We will be writing until we are done, my friends. So get a good chair, crack your knuckles and be sure to check back here three times a week to see how you and I have done. Feel free to leave your word count, page count or sentence count when you visit. I’ll be happy to know I’m not the only one down in the salt mines. I’m giving you today off because it’s New Year’s Day and we know what you did last night. But no mercy tomorrow.
And weekends count for extra. Or you can just leave them for your family and fun, as I plan too. I have to recharge often, and weekends do that for me. I have too much to do in those two days, so I’d rather use my spare time to get ready for the rest of the week.
Wishing you all a Happy New Year, lots of writing and plenty of online friends (me included!) to share your trials and tribulations, successes and achievements with.
Welcome to 2015!!
I know I’ve been gone forever. I have a great excuse. At the end of October, I came down with Chik V. This was just before a very important week of meetings at my job during the month of November. I managed to get my work done, but I was lucky enough to be one of those people who suffer from the chronic stage of the disease, which means even now I still have lingering pain, numbness and other symptoms. I’m not alone, of course. Lots of Trinis have the same problem. The virus has spread like wildfire here. And let me tell you, this virus is the sickest I’ve been since I was a child.
November and December then became consumed with catching up on the work I had to drop for two weeks, trying to write every day, cleaning the house and generally getting ready for Christmas. Christmas turned out great and I’m finally enjoying my vacation. But the plan for the new year is to get back to working out and writing every day again. The fatigue has let up enough for me to return to my regular schedule, I think.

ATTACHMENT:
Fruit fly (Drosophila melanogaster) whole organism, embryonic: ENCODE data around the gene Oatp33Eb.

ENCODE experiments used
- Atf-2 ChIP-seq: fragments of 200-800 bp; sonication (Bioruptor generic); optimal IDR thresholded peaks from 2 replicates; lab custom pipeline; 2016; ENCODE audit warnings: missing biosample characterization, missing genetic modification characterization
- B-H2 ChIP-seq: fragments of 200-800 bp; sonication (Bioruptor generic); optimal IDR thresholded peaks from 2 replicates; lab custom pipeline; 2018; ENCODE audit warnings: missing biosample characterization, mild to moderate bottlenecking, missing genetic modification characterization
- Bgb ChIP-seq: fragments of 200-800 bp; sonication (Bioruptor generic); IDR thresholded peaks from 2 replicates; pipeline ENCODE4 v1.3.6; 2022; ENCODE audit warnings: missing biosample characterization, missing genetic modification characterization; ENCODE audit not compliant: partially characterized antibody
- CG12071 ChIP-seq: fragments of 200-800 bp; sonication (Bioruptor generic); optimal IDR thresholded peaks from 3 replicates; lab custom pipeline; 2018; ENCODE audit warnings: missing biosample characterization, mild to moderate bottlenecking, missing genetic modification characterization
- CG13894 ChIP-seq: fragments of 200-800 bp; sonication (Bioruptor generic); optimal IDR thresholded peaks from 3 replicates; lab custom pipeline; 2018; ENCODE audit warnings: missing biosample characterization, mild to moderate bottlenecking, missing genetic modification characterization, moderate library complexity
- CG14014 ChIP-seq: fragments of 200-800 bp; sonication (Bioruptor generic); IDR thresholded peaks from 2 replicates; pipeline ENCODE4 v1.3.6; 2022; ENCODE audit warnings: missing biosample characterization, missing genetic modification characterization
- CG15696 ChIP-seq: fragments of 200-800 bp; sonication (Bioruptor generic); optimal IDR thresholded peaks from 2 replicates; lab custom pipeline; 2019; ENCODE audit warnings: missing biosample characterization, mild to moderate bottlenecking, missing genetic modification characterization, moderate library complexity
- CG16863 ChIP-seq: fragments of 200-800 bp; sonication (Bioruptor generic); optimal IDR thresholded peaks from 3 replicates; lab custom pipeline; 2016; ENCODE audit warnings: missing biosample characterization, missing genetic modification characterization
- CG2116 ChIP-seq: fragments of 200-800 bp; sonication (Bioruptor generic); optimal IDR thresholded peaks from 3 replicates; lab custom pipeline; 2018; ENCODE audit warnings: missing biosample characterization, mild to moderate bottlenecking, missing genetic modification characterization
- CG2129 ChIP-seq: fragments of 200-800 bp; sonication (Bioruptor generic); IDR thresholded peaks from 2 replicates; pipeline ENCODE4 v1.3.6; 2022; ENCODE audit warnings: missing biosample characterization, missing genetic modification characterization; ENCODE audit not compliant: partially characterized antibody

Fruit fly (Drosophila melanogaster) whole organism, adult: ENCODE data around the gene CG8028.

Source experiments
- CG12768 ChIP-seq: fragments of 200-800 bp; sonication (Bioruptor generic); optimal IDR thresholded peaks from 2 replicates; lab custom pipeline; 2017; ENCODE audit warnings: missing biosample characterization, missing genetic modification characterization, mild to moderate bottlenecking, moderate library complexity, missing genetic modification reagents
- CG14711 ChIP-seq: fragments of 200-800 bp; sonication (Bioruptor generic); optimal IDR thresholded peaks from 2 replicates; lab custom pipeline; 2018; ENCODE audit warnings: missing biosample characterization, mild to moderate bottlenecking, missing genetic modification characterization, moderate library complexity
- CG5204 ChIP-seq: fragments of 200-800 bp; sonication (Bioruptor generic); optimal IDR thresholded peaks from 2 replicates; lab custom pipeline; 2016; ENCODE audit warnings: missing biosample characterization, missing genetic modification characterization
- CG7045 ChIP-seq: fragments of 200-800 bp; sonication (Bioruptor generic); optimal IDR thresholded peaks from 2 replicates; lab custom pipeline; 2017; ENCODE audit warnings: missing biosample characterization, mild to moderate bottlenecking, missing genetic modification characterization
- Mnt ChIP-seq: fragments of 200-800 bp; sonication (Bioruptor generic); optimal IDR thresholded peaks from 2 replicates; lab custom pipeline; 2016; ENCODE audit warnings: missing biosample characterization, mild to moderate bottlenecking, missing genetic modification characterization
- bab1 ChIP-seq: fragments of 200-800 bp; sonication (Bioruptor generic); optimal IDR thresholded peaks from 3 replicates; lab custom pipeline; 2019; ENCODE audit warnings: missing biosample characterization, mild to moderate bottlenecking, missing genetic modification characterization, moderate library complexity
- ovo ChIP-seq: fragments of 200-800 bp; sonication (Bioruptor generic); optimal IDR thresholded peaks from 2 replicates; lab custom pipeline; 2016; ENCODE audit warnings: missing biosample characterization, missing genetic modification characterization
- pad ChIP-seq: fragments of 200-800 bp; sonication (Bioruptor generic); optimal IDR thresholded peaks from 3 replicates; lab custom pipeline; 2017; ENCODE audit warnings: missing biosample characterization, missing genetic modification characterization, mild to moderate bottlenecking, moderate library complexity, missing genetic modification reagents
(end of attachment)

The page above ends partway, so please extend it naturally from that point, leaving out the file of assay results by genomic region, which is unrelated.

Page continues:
I want to thank all of you who came by, followed me, or just commented. Sorry I haven’t been around, and I will be by all of your blogs before the end of the year to remedy my absence.
I’m currently cleaning up the first part of the sequel to LEX TALIONIS, which I’m calling IACTA ALEA EST (The Die is Cast) for now, so I can get some more forward movement on it. I’m pushing on with THE NIGHTWARD (also known as the ‘Hand of Gaia’) because it’s in my head right now. But if you read LEX TALIONIS you’re probably wondering what the sequel looks like. It’s rough right now, and there’s stuff that needs to be edited, but have a sneak peek at the opening below:
The C.S.S. Invincible
The technician screamed, the smoking stump of his hand smearing his lab coat as he held it to his chest. Through watering eyes, he looked up at the two soldiers standing over him, their faces hidden behind the wavering diamond reflection of distortion masks. The ship’s flashing emergency lights limned their black armour, turning the figure-hugging contours scarlet, then black, then scarlet again.